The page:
The King’s Own Malta Regiment (KOMR)
In 1800, the British would set foot in Malta. After two years fighting the French blockade, the islands would come under yet another foreign power. The Empire’s might would use Malta as a stepping stone to the Central and Eastern Mediterranean. Later on when the Suez Canal opened it would become an important waypoint for the red sea, India, and more. But such a prized jewel was eyed by many. Apart from the Royal Navy and British infantry regiments, Malta needed its own local defence.
For centuries fine soldiers were raised from the local Maltese population even before the British. The Order of St. John made good use of local privateers at sea, and skilled artillerists on land, to mention a few. The British would raise and disband a local fighting force whenever it needed to bolster its garrison. They raised the Maltese Light Infantry in 1800, and the Maltese militia between 1852 and 57. In 1889 the Royal Malta Regiment of Militia was created, re-named King’s Own Royal Malta Regiment of Militia in 1903, and disbanded in 1921.
Three times the Maltese formed part of the British army under their own standard. However, in 1931 it would be re-erected once again under the title of ‘King’s Own Malta Regiment’. Under this name, they would fight through Malta’s second world war.
Like any other regiment in the British army, they were trained infantrymen with bren-gun carriers to operate, defences to man and coastlines to patrol. Unlike other regiments, they would be equipped with the older SMLE No. 1 mk III instead of the more modern No. 4. Cloth shoulder titles and the iconic stone-coloured blanco would further set them apart but blend them right into limestone Malta.
They were split into the 1st, 2nd, 3rd, and 10th battalions in several parts of the island. By 1942, the defence of Malta was split into four sectors: North, South, East, and West. The KOMR would be tasked with the defence of the northernmost regions of Mellieha, Buġibba and Bahar ic-Cagħaq, as well as the coastline in Ġnejna and Military (Golden) bay. They would also defend Malta’s rocky underbelly between Hal Far and Żurrieq.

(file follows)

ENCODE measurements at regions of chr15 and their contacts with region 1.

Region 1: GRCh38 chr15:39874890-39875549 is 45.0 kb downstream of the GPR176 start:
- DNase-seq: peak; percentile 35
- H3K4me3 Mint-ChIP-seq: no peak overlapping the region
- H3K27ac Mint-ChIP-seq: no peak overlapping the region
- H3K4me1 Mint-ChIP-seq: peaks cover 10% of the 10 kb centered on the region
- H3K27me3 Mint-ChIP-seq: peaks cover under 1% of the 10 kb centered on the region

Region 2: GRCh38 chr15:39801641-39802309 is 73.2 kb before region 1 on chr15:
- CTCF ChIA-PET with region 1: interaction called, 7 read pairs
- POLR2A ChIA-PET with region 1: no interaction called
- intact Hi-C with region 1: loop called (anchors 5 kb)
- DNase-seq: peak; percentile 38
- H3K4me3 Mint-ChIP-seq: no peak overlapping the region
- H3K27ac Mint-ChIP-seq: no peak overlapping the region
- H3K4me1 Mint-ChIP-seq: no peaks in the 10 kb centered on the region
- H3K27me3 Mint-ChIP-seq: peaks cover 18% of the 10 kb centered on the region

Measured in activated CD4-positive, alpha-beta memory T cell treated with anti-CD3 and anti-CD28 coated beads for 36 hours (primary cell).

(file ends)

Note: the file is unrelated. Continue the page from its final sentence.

A particular defence post manned by the KOMR is documented in a personal memoir by Col. Borg. Writing about the arrival of MK VIII ammunition, he explains:
Early in 1940 no one seemed to be a great expert at anything and, on occasions, the most incredible things happened at the most inconvenient times. This is being said because at the time, without any warning whatsoever or any instructions verbal or written, Ordnance suddenly supplied us at the Wied iż-Żurrieq and the Għar Lapsi Beach Posts with a great amount of Mark VIII Z ammunition and a streamlines barrel for Vickers 303 Medium Machine Gun (Borg, p. 25)
The King’s Own Malta Regiment would fight on through the war across the islands. Apart from patrolling and defending certain areas and coasts, they would also organise fatigue parties sent to assist in unloading convoys in the grand harbour, crater-filling, rubble clearing at the airfields, and much more. After the war, in 1965, the KOMR would form part of the Malta Land Force before being disbanded in 1972.
If there is one distinctive feature of the British Army in Malta it is the rubble-wall camouflage. Although particular to Malta, similar patterns were used elsewhere such as during Operation husky and the Germans in the Aegean. It is highly effective wherever the countryside is dominated by limestone walls. In Malta, every rural path is flanked by yellow stones of myriad shapes and sizes as if bric-a-brac but carefully placed to make slender tall walls. They complement the rugged garigue landscape, extend the rocky coastlines and seem almost woven into Malta’s stone-built villages. If the British needed to blend in, limestone stone was the best way to do it.
The Mk II helmet was usually issued in Olive green. The soldiers stationed on Malta, upon being ordered to camouflage themselves accordingly, painted yellow ‘circles’ of varying qualities. Using the existing olive colour, they would create space between the yellow splodges separating each ‘stone’.
If soldiers came from North Africa, such as the Hampshires, and already had a tan helmet, they could use brown paint to make the dividing lines and create stone-camo. Both original olive coating and added brown lines can be observed on malta-camo helmets.
Malta-camo was not only reserved for helmets. Anti-aircraft guns, field artillery, motorcycles, trucks, tanks, Bren gun carriers, and even entire defence posts/pillboxes were transformed into rubble walls using this technique. Together with standard tan paint, using local limestone as a guide Malta’s garrison saved countless lives from aerial reconnaissance and occasional strafing by enemy fighters.
Borg, C. (1990). Salute to Maltese Infantrymen. Marsa Press; Marsa.
Wismayer, J. (1989) The History of the King’s Own Malta Regiment. Said International.
AFM, K.O.M.R – Malta’s Infantrymen. Available online at: https://afm.gov.mt/en/info/history/Pages/KOMR.aspx